Was Ed Gein the Inspiration for Leatherface?

1974 horror movie poster for Texas Chainsaw massacre claiming it is based on a true story featuring a masked man with a chainsaw and a tied up woman
Original Texas Chainsaw Massacre poster hinting that the movie was based on a true story.

Movie Marketing at it’s Finest

As seen above in the poster, the marketing for Texas Chainsaw Massacre’s original 1974 release certainly made claims that it was based on a true story. “What happened is true. Now the motion picture that’s just as real” is the sub text of the movie title.

The Real Inspiration for Texas Chainsaw Massacre

Despite beliefs that Texas Chainsaw Massacre was inspired by a true story, Tobe Hooper’s 1974 film Texas Chainsaw Massacre and its 2003 remake were actually based only loosely on Ed Gein, who is suspected to have taken victims between 1954 and 1957. The most notable similarity is the house in the movies, whose grisly contents were similar to those in Gein’s home seen below.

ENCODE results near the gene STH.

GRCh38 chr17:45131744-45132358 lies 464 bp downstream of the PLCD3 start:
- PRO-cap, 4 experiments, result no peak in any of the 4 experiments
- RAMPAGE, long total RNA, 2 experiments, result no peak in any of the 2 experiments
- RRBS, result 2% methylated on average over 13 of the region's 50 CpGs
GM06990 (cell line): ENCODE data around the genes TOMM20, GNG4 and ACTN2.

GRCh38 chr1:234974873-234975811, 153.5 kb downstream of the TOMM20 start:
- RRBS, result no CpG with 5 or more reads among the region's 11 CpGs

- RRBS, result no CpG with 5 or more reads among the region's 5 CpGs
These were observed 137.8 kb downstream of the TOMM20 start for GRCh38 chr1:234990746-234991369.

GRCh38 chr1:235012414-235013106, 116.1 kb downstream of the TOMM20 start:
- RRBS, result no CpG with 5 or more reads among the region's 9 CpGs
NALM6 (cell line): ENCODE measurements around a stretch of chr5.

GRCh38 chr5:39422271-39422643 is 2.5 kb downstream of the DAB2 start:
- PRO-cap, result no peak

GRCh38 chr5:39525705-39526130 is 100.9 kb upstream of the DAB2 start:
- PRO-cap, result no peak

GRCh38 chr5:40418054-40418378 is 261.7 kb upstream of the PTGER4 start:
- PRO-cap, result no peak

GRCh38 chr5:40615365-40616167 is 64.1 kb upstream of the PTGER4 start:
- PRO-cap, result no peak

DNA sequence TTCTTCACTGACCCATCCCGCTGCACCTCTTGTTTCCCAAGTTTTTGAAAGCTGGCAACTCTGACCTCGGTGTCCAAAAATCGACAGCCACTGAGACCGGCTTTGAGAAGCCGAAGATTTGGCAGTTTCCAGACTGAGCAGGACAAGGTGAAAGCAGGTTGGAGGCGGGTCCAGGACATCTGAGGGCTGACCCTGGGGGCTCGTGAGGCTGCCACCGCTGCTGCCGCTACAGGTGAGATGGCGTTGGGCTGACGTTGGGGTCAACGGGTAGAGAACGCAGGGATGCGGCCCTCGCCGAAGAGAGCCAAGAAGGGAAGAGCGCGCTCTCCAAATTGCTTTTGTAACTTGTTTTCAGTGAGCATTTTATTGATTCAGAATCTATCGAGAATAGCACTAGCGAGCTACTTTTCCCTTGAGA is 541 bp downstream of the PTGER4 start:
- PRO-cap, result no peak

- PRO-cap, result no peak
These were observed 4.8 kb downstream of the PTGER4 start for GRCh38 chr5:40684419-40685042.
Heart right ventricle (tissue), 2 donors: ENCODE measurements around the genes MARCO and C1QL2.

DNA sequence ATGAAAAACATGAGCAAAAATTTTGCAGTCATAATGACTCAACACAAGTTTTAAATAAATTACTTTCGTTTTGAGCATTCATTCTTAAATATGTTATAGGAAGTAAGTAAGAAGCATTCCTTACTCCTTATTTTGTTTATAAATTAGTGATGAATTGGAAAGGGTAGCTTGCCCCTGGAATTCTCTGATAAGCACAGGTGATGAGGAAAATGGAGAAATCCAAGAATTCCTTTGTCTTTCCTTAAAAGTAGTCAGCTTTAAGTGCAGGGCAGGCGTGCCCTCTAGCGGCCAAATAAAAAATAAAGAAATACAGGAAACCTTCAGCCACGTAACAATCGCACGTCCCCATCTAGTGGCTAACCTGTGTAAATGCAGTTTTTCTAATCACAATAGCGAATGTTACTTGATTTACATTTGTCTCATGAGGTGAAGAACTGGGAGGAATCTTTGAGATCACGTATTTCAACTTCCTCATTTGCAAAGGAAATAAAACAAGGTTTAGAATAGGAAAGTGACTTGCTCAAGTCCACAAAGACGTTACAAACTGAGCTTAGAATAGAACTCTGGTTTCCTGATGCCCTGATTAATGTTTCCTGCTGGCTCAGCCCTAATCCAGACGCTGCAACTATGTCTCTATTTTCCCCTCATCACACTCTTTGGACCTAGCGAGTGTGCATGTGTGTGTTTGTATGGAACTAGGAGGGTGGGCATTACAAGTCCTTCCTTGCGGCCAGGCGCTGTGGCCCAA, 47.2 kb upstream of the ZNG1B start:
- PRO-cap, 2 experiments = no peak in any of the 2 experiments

Edward Theodore Gein Born August 27, 1906 – July 26, 1984, also known as the Butcher of Plainfield or the Plainfield Ghoul, was an American murderer and body snatcher. Gein’s crimes, committed around his hometown of Plainfield, Wisconsin, gathered widespread notoriety in 1957 after authorities discovered he had exhumed corpses from local graveyards and fashioned trophies and keepsakes from their bones and skin. Gein also confessed to killing two women: tavern owner Mary Hogan in 1954 and hardware store owner Bernice Worden in 1957. – Wikipedia

Gein was initially found unfit to stand trial and confined to a mental health facility. By 1968, he was judged competent to stand trial; he was found guilty of the murder of Worden, but he was found legally insane and was remanded to a psychiatric institution. He died at Mendota Mental Health Institute of respiratory failure, on July 26, 1984, aged 77. He is buried next to his family in the Plainfield Cemetery, in a now-unmarked grave. – Wikipedia